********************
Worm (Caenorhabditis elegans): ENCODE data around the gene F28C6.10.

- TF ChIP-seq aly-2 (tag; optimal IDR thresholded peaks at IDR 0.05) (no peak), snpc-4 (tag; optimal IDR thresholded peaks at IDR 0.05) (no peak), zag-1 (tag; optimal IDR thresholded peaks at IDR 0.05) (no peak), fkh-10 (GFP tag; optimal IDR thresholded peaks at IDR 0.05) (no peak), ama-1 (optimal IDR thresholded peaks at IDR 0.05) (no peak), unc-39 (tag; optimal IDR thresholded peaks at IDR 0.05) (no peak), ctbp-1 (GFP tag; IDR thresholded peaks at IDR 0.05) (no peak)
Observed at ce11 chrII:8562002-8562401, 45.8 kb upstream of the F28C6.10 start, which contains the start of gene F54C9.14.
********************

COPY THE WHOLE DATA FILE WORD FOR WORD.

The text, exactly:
Worm (Caenorhabditis elegans): ENCODE data around the gene F28C6.10.

- TF ChIP-seq aly-2 (tag; optimal IDR thresholded peaks at IDR 0.05) (no peak), snpc-4 (tag; optimal IDR thresholded peaks at IDR 0.05) (no peak), zag-1 (tag; optimal IDR thresholded peaks at IDR 0.05) (no peak), fkh-10 (GFP tag; optimal IDR thresholded peaks at IDR 0.05) (no peak), ama-1 (optimal IDR thresholded peaks at IDR 0.05) (no peak), unc-39 (tag; optimal IDR thresholded peaks at IDR 0.05) (no peak), ctbp-1 (GFP tag; IDR thresholded peaks at IDR 0.05) (no peak)
Observed at ce11 chrII:8562002-8562401, 45.8 kb upstream of the F28C6.10 start, which contains the start of gene F54C9.14.